Morgan Stanley thinks Greece is likely to stay in the eurozone, but offers a few hedging tips just in case they are forced out
While there’s still time for Greece and its eurozone creditors to reach a compromise, yesterday’s Eurogroup negotiations weren’t terribly promising and the ECB’s review of Greek ELA tomorrow probably won’t be either. Since Morgan Stanley shortlisted Greek government bonds as one of the 15 best trades for 2015, it’s revisiting those positions (in a report that came out just prior to the Eurogroup meeting) with advice on how to hedge against a Grexit.
“Having shortlisted Greek government bonds as one of our 15 top trades for 2015, we admit that it is proving a rather uncomfortable wait. We think that valuations reflect significant bearishness (one can take an 80% haircut on Greece and still be paid a higher yield than BTPs, for example) and a compromise in the best interest of all parties. But we still need to think through the risk that we are wrong,” writes Morgan Stanley cross-asset strategy analyst Andrew Sheets.
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Morgan Stanley still expects Greece to make a deal with its creditors
In the report, Morgan Stanley analysts put the odds of a Grexit at 25%, and since they weren’t counting on a breakthrough at the Eurogroup meeting that forecast probably hasn’t shifted much. They expect this to cause a mild eurozone recession, with the tail case of banking risk effecting the rest of the EU periphery and causing much bigger problems.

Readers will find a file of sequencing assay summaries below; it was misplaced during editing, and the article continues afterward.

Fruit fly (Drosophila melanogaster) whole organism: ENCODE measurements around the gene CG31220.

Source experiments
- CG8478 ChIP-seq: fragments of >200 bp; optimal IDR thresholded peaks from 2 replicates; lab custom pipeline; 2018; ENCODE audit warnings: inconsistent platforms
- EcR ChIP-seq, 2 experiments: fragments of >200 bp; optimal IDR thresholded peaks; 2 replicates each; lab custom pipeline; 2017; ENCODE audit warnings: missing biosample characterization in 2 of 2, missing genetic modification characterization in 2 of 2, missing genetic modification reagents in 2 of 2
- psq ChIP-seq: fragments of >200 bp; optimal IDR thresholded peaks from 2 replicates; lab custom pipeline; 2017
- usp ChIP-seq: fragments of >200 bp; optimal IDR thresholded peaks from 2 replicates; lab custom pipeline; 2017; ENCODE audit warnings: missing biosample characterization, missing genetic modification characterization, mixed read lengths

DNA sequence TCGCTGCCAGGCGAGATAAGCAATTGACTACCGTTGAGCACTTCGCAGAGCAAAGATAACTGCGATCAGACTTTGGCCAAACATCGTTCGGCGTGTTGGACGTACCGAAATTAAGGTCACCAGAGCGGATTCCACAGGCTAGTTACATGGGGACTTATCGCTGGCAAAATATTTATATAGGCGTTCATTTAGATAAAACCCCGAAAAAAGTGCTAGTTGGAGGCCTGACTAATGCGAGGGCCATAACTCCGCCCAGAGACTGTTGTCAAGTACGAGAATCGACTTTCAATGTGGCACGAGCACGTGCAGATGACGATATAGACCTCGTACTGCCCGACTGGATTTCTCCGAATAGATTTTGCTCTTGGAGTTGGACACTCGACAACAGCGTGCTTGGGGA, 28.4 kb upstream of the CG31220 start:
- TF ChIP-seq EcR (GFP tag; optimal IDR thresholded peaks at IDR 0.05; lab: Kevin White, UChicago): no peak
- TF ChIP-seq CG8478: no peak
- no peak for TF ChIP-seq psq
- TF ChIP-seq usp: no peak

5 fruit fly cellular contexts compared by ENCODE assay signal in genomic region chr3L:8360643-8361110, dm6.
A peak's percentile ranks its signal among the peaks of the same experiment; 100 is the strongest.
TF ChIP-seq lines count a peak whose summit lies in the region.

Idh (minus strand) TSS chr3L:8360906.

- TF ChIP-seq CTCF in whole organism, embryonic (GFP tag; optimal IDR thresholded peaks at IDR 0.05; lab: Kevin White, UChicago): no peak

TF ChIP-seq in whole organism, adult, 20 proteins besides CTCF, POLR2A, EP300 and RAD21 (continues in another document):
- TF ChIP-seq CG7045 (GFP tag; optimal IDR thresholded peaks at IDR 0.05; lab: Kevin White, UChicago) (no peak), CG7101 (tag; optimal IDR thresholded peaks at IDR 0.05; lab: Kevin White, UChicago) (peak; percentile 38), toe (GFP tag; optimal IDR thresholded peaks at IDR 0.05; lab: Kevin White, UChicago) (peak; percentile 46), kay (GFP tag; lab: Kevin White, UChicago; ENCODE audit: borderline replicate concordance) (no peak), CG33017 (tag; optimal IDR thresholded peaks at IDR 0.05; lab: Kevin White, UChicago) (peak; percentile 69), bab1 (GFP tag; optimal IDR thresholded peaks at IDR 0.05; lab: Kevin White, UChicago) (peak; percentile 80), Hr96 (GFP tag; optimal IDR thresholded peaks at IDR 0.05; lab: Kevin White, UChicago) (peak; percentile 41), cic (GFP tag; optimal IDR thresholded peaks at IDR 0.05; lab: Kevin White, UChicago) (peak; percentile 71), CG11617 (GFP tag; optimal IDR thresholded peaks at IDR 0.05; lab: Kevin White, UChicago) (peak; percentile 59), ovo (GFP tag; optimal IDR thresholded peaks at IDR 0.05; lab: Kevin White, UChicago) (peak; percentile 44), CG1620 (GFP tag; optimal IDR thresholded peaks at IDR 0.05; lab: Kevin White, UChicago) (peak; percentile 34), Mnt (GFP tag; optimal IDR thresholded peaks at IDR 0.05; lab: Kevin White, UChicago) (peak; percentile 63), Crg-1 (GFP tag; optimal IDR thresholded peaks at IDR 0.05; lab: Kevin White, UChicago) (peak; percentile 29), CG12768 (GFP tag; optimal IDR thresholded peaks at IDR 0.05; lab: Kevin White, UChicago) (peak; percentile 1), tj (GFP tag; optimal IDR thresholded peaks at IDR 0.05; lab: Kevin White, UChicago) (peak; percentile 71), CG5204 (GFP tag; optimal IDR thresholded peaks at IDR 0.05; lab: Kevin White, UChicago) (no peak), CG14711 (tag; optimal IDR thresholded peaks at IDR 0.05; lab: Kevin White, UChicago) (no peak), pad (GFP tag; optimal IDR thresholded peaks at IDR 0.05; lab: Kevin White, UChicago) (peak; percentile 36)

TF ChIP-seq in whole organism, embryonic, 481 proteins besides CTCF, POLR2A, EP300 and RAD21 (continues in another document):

They think there’s a 20% chance of having a situation like Cyprus, with capital controls and a modified plan until Greece starts to actually recover, creating a drag for eurozone growth but not pulling it into a recession.
And the most likely scenario according to Morgan Stanley analysts, at 55%, is still that a compromise is reached without a debt haircut or the imposition of capital controls, and life goes on as before in the rest of the eurozone.
Two possible hedges against a Grexit
The report warns that equity hedges look expensive, and since most eurozone indexes are made up of large corporates (with minimal Greek exposure) they may not be that effective anyway. A better way to hedge is with a short EUR/USD position. A messy breakup of the eurozone, Morgan Stanley’s tail case, would likely cause a flight to quality at least until the dust settles (also benefiting US Treasuries). But even if Greece hammers out a deal, short EUR/USD was already looking attractive because of the differing monetary policies.
Another option is the iTraxx Financials Senior Index versus the iTraxx Main, which has compressed considerably since the last euro debt crisis.
“Even if we go back to 2013 only, there is considerable upside – we see as much as 50bp. In the short term, we see the cost of the hedge being limited to about 8bp of tightening. Thus, this trade has an almost option like upside/downside,” writes Morgan Stanley analyst Srikanth Sankaran.